Increased usage also means that the attack surface just got that much larger. Enterprise information is exchanged and stored in Office 365 Sharepoint environments; hence enterprises need to contend with securing high-value enterprise data within these collaboration applications. A CISO recently told us that he had an 18-month mandate to move to the cloud/Office 365, but the CISO didn’t want his design docs to move to the cloud, knowing well enough the potential data security risks that it entails.

This exodus to the cloud has increased vulnerability, attack area and leaves gaps in the data security. Anytime we disrupt the technology stack and move to a new stack it introduces discontinuities in security. We saw that in the transition from the old client server architecture to Web 1.0, and later to the Web 2.0 stack. In the new age of IT, the core tenets around security are still applicable but it is a lot more complicated challenge to manage.

The third major aspect disrupting data security is content variety. Sensitive enterprise content isn’t limited to databases and personally identifiable information. Much of the sensitive data is stored in documents, pdf files, videos and the like. Though enterprises always had this variety of content, the introduction of Cloud and Collaboration have dramatically raised the stakes in protecting this data.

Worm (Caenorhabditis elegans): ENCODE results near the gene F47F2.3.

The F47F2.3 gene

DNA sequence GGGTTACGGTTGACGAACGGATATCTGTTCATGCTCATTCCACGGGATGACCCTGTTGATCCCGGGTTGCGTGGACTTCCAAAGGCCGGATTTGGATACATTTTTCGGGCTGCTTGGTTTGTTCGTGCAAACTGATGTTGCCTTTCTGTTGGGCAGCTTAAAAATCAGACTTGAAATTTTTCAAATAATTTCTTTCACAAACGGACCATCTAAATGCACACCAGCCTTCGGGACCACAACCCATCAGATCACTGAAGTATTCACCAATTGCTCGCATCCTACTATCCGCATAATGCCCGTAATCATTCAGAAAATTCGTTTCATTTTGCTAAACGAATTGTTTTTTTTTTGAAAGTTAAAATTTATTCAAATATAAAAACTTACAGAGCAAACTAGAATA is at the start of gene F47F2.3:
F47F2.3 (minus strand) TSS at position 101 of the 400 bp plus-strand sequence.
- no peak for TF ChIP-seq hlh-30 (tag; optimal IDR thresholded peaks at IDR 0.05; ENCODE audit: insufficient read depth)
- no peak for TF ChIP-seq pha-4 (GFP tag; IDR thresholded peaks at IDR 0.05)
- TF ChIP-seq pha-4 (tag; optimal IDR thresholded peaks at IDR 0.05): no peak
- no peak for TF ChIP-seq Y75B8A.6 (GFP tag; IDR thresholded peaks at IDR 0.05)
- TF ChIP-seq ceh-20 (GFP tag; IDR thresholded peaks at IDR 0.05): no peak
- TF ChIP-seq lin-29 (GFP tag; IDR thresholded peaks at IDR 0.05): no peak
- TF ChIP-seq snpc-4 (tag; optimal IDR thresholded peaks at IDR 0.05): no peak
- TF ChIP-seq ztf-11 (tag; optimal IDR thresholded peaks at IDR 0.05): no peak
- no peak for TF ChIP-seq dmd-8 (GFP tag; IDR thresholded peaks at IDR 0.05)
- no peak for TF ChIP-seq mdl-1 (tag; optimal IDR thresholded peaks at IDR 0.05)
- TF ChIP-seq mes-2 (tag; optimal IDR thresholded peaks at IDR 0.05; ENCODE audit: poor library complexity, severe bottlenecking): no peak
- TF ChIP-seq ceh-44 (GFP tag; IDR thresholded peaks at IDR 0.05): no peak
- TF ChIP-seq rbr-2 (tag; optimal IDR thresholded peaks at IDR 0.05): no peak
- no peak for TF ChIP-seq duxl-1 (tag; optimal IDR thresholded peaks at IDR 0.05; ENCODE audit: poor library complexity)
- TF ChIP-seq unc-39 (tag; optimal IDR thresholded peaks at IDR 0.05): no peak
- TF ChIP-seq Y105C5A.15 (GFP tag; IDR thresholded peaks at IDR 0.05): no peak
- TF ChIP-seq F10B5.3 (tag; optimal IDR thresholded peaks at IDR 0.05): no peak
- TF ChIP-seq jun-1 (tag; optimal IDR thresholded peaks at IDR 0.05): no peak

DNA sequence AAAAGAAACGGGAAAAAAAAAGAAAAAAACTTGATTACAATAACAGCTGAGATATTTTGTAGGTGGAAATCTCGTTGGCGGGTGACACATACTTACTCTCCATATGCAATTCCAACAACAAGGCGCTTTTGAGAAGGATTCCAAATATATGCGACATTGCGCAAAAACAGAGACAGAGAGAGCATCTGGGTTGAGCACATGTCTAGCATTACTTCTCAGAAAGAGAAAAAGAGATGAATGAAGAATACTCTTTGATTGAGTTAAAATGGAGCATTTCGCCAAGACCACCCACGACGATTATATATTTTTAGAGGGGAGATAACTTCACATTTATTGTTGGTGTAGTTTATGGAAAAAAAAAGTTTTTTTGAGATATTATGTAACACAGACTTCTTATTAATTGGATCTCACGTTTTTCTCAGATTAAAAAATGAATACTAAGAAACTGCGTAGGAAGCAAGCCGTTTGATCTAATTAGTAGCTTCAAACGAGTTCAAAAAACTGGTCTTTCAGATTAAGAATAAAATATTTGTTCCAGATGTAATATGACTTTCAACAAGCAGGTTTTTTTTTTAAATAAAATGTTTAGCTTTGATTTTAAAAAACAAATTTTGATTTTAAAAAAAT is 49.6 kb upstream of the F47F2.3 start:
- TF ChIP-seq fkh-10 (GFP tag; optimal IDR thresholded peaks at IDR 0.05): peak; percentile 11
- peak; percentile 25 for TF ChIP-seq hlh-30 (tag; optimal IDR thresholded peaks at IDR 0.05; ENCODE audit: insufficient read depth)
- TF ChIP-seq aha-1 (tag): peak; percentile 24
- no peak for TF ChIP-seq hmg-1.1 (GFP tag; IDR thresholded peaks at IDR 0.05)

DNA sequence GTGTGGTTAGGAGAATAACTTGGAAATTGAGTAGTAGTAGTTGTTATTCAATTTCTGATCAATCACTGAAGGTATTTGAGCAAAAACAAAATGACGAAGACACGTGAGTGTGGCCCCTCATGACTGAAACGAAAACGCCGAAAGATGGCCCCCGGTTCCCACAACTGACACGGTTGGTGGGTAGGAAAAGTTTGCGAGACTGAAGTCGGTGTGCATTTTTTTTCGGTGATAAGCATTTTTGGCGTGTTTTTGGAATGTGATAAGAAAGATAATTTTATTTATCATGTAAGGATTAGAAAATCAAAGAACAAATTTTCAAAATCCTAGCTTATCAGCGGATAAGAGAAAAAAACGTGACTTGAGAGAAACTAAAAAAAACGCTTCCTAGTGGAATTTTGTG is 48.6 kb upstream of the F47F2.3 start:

How does an enterprise ensure that in this ‘wild-west’ environment its sensitive data is adequately protected from getting into the wrong hands?

Each of these trends noted above is driven by different ecosystem players. In a complex, interconnected and dynamic new age of IT there is no magic bullet to protect your data. However certain ground truths are universal and apply both in private and public cloud environments.

1. Know what data is truly sensitive. This is a critical first step because all security actions follow from this critical piece of knowledge. Moreover we need to continuously monitor and update our knowledge of what information is really susceptible and presents a business risk because enterprises continuously produce data in structured and unstructured form.

2. Know where your sensitive data resides. If you know what data is confidential, it is much easier to track where that data resides.

3. Know who has access to sensitive data. Sensitive data by definition must be available only to people with a need to know. Knowing who has access to the data enables us to keep the data restricted to those who have a business purpose to know.

4. Ensure sensitive data is adequately protected. Adequate controls both at the infrastructure, application and access rights layers must be implemented to protect the data appropriately.

5. Investigate and get context-aware insights. In the event of a data breach or data incident, despite best efforts to prevent it, be able to investigate and get data context-aware insights into what might have happened.

In this new age of IT, it is essential not to jettison existing security approaches. However, it is critical that we also adopt new data security strategies that are better suited for our hyper-connected digital world that is driving organizations to shape-shift and become more agile and nimble.